PINK CHAMPAGNE Writer-performer Dylan Jones heads an offbeat musical entertainment, supported by four able dancer-singers (Jay Willick, Addison Witt, Tara Norris, Kaiti Tronnes), under Aryiel Hartman’s direction. Jones is superior to her acid-trip material, which suggests a cross between On a Clear Day You Can See Forever and Lady in the Dark. When diva entertainer Mathilde (Jones) admits to a crisis of confidence, she undergoes past life–regression therapy to find herself, experiencing a series of bizarre misadventures. The songs are primarily lifted from classic Broadway shows. The rewritten lyrics are awkwardly imposed, and the songs seldom fit their contexts or work as parodies. Presented by Freakstar Entertainment at the Elephant Stages, 1076 Lillian Way, Hlywd.; Sat., June 19, 2 p.m.; Wed., June 23, 9:30 p.m.; Sat., June 26, 3:30 p.m. (866) 811-4111. (Les Spindle/courtesy of Back Stage)

THE STORIES OF CÉSAR CHÁVEZ Writer/director Fred Blanco’s heartfelt if hagiographic, one-man show about the late civil rights leader, labor organizer and United Farm Workers founder seeks to put a human face on the enigmatic and provocative Hispanic messiah. Through multiple characters and perspectives, Blanco charts Chávez’s rise from his childhood as a California migrant worker, through his zoot-suited teens as a barrio tough, to the discovery of books and learning, which culminated with his conversion to the cause of economic justice. While Blanco is an affecting performer, this life in brief revels in the triumphs but avoids the controversies that might have lent complexity to his blemish-free portrait. Theatre Asylum, 6320 Santa Monica Blvd., L.A.; Thurs., 10 a.m.; Sat., 2:30 p.m.; through June 26. (866) 811-4111. (Bill Raden/L.A. Weekly)

GO  THAT’S FUNNY. YOU DIDN’T SOUND BLACK ON THE PHONE African-American actress Jacquetta Szathmari explains that for many years she had “given up on being black,” not out of any internalized racism but because she had always disapproved of the narrow definition of behavior imposed on her by the outside community. In her cracklingly smart, funny, philosophical and often politically incorrect monologue, Szathmari describes growing up in an isolated, hardscrabble rural Maryland community, where she always dreamed of finding class and culture — it’s not that she didn’t want to be black, she wanted to be upper class and live the life exemplified by a copy of The Official Preppy Handbook she purchased at a library bookstore. Thoughtful, introspective and sweetly intimate, Szathmari’s solo show offers a great deal to ponder, as it presents a genuine, unapologetic nonconformist on her own journey of self-discovery. Various locations, hollywoodfringe.org/learn/content/268. (Paul Birchall/L.A. Weekly)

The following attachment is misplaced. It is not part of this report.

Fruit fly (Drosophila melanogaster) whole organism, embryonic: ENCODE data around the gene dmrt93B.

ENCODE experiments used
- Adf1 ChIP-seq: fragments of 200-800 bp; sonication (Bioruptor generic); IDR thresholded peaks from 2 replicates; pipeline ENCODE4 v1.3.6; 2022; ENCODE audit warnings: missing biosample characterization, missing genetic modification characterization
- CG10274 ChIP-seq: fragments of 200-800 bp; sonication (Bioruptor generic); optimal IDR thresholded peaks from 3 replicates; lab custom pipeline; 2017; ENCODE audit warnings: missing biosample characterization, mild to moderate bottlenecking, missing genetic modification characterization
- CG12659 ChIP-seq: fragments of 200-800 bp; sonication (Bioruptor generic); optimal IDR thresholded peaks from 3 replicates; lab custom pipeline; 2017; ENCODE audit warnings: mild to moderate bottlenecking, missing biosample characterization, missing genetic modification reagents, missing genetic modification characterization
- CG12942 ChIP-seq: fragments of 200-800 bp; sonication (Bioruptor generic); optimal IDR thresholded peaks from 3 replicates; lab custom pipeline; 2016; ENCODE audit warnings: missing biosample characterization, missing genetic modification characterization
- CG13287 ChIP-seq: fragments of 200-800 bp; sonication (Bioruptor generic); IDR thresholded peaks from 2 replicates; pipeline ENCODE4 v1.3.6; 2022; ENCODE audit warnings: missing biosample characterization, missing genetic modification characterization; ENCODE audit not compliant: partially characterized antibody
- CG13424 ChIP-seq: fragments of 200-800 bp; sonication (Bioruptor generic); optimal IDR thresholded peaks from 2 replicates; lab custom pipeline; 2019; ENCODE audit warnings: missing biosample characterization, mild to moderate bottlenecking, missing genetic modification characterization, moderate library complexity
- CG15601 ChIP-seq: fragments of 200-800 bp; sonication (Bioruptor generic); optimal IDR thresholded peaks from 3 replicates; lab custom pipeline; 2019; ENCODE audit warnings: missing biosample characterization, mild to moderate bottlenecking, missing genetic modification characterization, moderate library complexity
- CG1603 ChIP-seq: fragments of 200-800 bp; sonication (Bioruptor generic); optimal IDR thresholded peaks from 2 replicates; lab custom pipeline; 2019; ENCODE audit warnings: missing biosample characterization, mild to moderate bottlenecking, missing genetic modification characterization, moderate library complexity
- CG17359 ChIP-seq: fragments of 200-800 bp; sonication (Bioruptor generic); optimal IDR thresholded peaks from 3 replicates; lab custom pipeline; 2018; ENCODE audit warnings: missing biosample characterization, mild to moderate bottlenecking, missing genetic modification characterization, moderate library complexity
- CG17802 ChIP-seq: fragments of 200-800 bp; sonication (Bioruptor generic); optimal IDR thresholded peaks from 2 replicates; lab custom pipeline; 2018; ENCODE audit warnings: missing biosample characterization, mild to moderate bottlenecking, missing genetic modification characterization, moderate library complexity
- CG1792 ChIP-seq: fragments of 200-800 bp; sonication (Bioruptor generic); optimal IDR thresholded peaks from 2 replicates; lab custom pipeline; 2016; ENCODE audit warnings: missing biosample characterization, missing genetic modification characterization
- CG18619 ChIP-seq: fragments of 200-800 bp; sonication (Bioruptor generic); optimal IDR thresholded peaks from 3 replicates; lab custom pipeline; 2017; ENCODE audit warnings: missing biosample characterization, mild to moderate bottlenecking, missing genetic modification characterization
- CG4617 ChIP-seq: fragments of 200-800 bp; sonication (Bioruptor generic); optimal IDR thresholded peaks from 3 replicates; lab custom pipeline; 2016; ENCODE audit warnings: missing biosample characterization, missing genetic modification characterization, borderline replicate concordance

GO  THAT'S WHAT SHE SAID This lesbian-themed, cabaret-style piece, featuring the abundant talents of vocalist Amy Turner and keyboardist-singer Kathryn Lounsbery, is first-rate fun. Their original numbers ("Lesbian Cliché Song," "Fanny Pack Lover," "U-Haul Rap," etc.) and comedic rapport are charmingly witty. Though occasionally a bit "inside" with the countless sexual/genitalia references, the duo's output is remarkably diverse in style. Highlights include a send-up called "H.M. Lez Pinafore," "You Can't Spell Pussy Without US," a country & western piece whose title adorns the pair's T-shirts, and "Why Is My Right Wrong?" a requisite yet touching anti–Proposition 8 ballad. All in all, these ladies offer something for everyone. Los Angeles Women's Theatre Project at the Stella Adler Theatre, 6773 Hollywood Blvd., L.A.; Fri., 8 p.m.; through July 16. (818) 471-9100. (Dink O'Neal/courtesy of Back Stage)